Sometimes I wonder if my brain follows the outside temperature, for example when it hits freezing point. Now, in my situation – you know, the expat wife situation – I can allow my brain to come to full stop on days like these. Not at all indicating that expat wife brains stop more easily, I am just once again referring to time and freedom, whereof one benefit might be the possibility to simply take time off if you need it.
Still, you’ll soon have to wind your brain up for various reasons. The American writer and artist Julia Cameron made a writing exercise called “the morning pages”, and it goes something like this: Start your day writing three pages of anything. As in absolutely anything that enters your mind right then and right there. If you’re too busy getting yourself and everybody else in the household ready for a new day, then get up half an hour earlier. Or 35 minutes – make yourself a nice cuppa first.
Easy-peasy? Not necessarily – neither the getting-up-earlier-bit nor the writing – because this is when you find out how totally empty your head can actually be. So then you start writing about how empty your head is until some other thought comes along – like “oh my, those clouds look like a ghost!” – and off you go. Before you know it, your head will be filled with more thoughts than you have time to transfer to a computer screen, so you try to remember the old thoughts while new thoughts keep coming. And then, after the three pages, you just leave that mess of thoughts and get on with your day.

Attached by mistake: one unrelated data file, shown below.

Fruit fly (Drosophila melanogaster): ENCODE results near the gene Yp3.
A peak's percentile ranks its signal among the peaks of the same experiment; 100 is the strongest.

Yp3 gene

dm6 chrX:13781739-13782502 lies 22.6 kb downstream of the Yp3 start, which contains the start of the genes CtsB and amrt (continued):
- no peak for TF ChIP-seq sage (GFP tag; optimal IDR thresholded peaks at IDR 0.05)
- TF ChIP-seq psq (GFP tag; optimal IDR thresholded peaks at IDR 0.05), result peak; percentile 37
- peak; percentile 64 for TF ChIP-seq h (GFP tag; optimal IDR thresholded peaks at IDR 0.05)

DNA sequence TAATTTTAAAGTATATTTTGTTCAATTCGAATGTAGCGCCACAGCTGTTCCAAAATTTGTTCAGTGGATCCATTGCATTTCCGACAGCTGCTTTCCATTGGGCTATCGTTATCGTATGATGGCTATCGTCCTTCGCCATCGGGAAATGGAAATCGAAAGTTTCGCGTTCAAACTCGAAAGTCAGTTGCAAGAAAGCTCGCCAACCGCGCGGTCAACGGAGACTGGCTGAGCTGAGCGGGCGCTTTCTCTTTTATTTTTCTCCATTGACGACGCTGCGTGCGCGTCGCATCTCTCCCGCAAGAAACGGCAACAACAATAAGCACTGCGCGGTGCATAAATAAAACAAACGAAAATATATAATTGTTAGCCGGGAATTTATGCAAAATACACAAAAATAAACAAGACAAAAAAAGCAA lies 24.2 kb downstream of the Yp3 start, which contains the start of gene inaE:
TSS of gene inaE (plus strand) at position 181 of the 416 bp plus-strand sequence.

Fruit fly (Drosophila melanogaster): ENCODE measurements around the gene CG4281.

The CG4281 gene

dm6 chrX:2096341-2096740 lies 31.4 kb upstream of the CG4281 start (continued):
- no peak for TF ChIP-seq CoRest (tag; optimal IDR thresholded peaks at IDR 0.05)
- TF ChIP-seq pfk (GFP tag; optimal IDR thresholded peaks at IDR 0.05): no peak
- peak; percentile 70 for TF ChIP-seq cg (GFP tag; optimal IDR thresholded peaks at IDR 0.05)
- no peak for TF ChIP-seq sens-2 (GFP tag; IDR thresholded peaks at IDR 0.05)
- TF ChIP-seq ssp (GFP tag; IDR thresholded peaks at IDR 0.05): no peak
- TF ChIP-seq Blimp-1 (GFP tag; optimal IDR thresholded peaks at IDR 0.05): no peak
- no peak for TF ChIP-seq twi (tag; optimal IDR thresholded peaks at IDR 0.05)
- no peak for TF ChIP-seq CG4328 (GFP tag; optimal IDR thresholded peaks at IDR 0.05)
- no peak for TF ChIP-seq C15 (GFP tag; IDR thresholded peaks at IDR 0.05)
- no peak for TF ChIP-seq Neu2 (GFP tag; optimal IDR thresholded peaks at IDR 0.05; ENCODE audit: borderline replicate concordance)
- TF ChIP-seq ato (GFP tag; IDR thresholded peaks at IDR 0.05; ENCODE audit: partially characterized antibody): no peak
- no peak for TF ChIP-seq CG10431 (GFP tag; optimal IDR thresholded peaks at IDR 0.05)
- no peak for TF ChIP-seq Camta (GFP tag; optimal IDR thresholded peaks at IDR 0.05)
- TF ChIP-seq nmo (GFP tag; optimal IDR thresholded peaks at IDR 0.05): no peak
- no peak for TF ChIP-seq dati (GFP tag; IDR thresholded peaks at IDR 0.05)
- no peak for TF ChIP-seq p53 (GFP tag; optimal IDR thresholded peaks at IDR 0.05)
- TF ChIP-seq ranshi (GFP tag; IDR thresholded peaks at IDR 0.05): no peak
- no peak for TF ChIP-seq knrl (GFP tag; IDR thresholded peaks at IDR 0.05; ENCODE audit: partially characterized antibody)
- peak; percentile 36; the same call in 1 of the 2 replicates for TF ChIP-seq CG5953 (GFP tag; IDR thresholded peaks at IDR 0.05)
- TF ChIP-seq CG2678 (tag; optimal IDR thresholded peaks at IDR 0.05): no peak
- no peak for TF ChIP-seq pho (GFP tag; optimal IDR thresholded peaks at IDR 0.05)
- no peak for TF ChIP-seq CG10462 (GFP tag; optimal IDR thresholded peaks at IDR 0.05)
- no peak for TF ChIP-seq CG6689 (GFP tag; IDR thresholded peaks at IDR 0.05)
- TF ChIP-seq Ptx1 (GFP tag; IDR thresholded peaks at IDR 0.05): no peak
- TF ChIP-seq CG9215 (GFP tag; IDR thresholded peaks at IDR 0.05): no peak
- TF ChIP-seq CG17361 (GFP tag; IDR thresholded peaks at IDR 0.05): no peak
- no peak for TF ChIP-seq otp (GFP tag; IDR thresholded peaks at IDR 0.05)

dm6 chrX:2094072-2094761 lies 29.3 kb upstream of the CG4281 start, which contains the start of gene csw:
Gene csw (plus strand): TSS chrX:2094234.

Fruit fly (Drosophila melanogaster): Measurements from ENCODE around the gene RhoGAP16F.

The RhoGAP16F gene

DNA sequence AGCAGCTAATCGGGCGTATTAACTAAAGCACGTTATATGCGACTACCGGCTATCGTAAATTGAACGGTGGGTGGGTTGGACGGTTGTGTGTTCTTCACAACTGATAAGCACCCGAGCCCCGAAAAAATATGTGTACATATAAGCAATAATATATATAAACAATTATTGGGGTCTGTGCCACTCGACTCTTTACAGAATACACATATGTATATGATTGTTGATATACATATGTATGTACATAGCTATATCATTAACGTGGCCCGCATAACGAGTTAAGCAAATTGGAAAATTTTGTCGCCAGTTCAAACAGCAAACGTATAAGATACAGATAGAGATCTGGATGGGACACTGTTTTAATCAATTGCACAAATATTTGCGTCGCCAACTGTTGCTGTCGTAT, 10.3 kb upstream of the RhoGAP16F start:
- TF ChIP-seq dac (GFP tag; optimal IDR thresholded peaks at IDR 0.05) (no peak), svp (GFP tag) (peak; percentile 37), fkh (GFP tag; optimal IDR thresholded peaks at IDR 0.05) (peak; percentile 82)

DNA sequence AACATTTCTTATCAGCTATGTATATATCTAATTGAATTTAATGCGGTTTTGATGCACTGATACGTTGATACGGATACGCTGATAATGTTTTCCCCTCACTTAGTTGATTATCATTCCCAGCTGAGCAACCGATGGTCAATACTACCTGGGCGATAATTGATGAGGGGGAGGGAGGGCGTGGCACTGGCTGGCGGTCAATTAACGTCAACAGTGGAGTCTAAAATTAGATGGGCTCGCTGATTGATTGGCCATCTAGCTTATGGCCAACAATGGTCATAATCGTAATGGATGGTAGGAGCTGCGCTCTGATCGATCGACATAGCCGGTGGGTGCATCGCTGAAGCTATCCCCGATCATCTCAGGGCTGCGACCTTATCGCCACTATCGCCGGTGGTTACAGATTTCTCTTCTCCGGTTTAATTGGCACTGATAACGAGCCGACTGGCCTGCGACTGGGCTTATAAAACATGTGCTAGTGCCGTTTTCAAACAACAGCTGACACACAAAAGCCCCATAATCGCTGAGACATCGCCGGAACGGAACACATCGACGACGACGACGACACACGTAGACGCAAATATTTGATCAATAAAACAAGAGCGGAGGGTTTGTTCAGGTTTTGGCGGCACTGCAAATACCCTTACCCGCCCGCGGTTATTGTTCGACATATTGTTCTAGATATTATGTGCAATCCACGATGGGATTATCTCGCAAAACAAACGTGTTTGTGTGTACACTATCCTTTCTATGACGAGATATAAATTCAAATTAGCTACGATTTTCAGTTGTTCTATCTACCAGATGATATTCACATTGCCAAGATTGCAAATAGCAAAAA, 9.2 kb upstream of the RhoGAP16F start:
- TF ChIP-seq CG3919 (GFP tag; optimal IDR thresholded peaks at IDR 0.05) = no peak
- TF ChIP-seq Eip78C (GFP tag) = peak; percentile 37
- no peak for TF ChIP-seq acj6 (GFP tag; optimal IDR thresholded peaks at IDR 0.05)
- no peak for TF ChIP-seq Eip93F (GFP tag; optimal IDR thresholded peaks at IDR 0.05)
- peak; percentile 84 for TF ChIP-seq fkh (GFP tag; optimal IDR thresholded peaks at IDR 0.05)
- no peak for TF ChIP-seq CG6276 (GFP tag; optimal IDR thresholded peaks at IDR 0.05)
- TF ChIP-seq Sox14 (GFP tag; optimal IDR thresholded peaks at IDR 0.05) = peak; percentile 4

Boring? No, I assure you it can be highly entertaining, quite interesting and at times slightly disturbing to establish what is actually going on in there. The good thing is that there’s no need to analyse, even though it might be tempting, it’s a mess of thoughts, remember! And it can certainly be challenging – any thought must be written down, no skipping and no cheating!
What’s the use? The obvious use is for people with writer’s blocks or other creative blocks, but I believe it can be useful for anybody who needs to structure their thoughts for one reason or other. There can be structure in mess – ask any teenager! In between those surprisingly nonsensical thoughts and teen diary scribblings, there can be that one thought that leads to another that leads to another that leads to an important decision, or pushes you in a certain direction, or gives you a brilliant idea, or gets you writing things that make a lot of sense. And if you do it regularly, you begin to discover patterns in your thoughts that may even point in unexpected directions, or quite simply act as confirmations.
What’s my point? Well, I’m not quite sure…it started out with an empty head and an empty screen, and then the thought of this writing exercise came into my head and it just went on from there… But I guess what I’m saying is it could be worthwhile to catch some of the millions of thoughts that fly and flutter through your head. They don’t escape that easily once they’ve been in your fingertips and end up in front of your eyes, and they might bear more meaning. And just like the teen diary, it’s for your eyes only! Don’t be bribed by a penny!
Then again – maybe it’s just as pointless as things should be from time to time! Happy thoughts and happy mornings!
By Unni Holtedahl, January 2014